Washington State's Julie Ziegler

By Crichfield, Beverly | Humanities, March/April 2013 | Go to article overview
Save to active project

Washington State's Julie Ziegler


Crichfield, Beverly, Humanities


Most people expect to learn about history and the humanities with a trip to the museum or the local university - not a shopping mall.

But that's exactly where Humanities Washington helped take "Journey Stories," a Smithsonian Institution traveling exhibit that explores the American immigrant experience. Humanities Washington, along with the Eastside Heritage Center, brought the exhibit to the Crossroads Shopping Center, in Bellevue, Washington, where it would be seen by thousands. For the local exhibit that accompanied the Smithsonian project, the Heritage Center and the city's Cultural Diversity program called on residents, including people from Russia, Mexico, and East Asia, to provide oral histories, an effort so successful that it is being continued.

"We want to involve a wide range of people in the humanities who otherwise wouldn't have access," says Julie Ziegler, from her office in the historic Stimson-Green Mansion in Seattle's First Hill neighborhood.

There's nothing like seeing that "ah-hah!" look on people's faces when they make connections between culture and history and a new idea, says the director of Humanities Washington.

Although Ziegler has had a "deep love of books" since her childhood in the Yakima Valley, her path to running a humanities organization did not begin with a traditional humanities education. She earned her bachelor's degree in business administration and marketing from the University of Washington and then did stints in corporate communications and philanthropy with the Bank of America Foundation, Safeco Insurance, and U.S. Bank, where she got her introduction to Humanities Washington while working as the bank's corporate giving executive.

At the time, Humanities Washington was applying for a grant to help expand its Speakers Bureau program, which provides free lectures from experts on a variety of historical and cultural topics. "I loved the range of topics they delved into and the reach it had around the state," says Ziegler. Soon after, she got involved with the state council's work, serving multiple terms from 1 998 to 2008 on Humanities Washington's board of trustees.

When she was hired as the executive director in 2009, Ziegler immediately began working with the council's staff and board on a series of community feedback sessions and an intense strategic planning process to cement a fresh focus.

"We know that the organization can't be all things to all people," she says. "Humanities is such a broad base of disciplines.

The rest of this article is only available to active members of Questia

Sign up now for a free, 1-day trial and receive full access to:

  • Questia's entire collection
  • Automatic bibliography creation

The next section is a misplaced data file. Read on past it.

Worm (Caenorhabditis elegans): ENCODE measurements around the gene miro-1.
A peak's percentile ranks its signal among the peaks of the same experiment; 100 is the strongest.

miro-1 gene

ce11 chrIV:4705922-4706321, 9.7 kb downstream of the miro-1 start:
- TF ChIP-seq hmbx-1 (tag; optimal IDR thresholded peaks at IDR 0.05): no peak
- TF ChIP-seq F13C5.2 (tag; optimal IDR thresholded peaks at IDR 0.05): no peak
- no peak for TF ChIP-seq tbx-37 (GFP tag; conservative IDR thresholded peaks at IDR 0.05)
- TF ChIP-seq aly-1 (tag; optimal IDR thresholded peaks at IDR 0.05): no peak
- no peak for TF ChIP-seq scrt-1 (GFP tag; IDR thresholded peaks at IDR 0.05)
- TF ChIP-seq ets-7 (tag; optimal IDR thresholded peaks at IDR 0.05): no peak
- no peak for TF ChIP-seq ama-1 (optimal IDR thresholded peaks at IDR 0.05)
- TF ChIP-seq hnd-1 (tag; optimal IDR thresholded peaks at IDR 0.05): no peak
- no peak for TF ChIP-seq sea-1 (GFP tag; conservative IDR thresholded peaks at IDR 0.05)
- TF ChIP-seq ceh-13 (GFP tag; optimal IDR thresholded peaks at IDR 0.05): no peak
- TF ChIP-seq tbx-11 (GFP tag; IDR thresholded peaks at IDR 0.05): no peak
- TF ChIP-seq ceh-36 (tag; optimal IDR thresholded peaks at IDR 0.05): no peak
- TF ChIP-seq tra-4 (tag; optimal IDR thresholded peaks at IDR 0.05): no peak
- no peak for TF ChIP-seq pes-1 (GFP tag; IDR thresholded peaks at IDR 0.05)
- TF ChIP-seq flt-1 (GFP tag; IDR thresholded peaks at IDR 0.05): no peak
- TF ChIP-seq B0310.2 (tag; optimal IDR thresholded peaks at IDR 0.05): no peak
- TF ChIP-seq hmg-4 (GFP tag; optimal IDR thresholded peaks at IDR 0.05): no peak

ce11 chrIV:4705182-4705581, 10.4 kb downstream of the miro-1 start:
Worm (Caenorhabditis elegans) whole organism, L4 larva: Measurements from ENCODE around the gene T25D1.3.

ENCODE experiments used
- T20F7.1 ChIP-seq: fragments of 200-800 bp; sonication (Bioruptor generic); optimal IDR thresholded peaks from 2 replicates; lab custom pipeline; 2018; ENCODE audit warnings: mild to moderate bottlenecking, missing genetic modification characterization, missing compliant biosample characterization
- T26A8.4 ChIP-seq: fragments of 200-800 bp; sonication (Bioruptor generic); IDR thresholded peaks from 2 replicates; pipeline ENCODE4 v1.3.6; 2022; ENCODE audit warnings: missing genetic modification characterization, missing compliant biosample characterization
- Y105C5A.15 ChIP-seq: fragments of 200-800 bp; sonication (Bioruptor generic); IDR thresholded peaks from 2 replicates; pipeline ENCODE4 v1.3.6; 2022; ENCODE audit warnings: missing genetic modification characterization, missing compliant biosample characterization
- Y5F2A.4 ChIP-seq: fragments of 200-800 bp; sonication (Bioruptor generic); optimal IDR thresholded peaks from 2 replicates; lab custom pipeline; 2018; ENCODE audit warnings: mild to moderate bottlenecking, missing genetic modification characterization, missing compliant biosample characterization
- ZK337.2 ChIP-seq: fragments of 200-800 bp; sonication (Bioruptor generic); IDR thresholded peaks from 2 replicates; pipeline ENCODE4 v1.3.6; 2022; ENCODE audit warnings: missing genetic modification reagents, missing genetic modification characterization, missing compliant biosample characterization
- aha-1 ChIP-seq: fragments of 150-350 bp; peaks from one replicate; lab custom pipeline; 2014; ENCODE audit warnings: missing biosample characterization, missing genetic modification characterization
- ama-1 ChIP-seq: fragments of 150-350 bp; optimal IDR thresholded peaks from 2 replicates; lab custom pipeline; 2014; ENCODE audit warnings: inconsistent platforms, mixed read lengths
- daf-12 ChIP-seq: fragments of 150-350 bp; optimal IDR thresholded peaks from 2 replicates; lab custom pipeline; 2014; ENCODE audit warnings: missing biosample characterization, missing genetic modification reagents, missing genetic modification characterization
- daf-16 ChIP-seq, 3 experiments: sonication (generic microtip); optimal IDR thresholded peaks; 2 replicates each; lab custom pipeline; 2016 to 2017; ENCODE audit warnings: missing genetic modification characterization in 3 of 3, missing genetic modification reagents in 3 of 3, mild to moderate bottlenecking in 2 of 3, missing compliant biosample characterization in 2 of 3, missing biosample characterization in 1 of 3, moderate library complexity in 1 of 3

• More helpful research tools like notes, citations, and highlights
  • Ad-free environment

Already a member? Log in now.

Notes for this article

Add a new note
If you are trying to select text to create highlights or citations, remember that you must now click or tap on the first word, and then click or tap on the last word.
Loading One moment ...
Project items
Notes
Cite this article

Cited article

Style
Citations are available only to our active members.
Sign up now to cite pages or passages in MLA, APA and Chicago citation styles.

Cited article

Washington State's Julie Ziegler
Settings

Settings

Typeface
Text size Smaller Larger
Search within

Search within this article

Look up

Look up a word

  • Dictionary
  • Thesaurus
Please submit a word or phrase above.
Print this page

Print this page

Why can't I print more than one page at a time?

While we understand printed pages are helpful to our users, this limitation is necessary to help protect our publishers' copyrighted material and prevent its unlawful distribution. We are sorry for any inconvenience.
Full screen

matching results for page

Cited passage

Style
Citations are available only to our active members.
Sign up now to cite pages or passages in MLA, APA and Chicago citation styles.

Cited passage

Welcome to the new Questia Reader

The Questia Reader has been updated to provide you with an even better online reading experience.  It is now 100% Responsive, which means you can read our books and articles on any sized device you wish.  All of your favorite tools like notes, highlights, and citations are still here, but the way you select text has been updated to be easier to use, especially on touchscreen devices.  Here's how:

1. Click or tap the first word you want to select.
2. Click or tap the last word you want to select.

OK, got it!

Thanks for trying Questia!

Please continue trying out our research tools, but please note, full functionality is available only to our active members.

Your work will be lost once you leave this Web page.

For full access in an ad-free environment, sign up now for a FREE, 1-day trial.

Already a member? Log in now.

Are you sure you want to delete this highlight?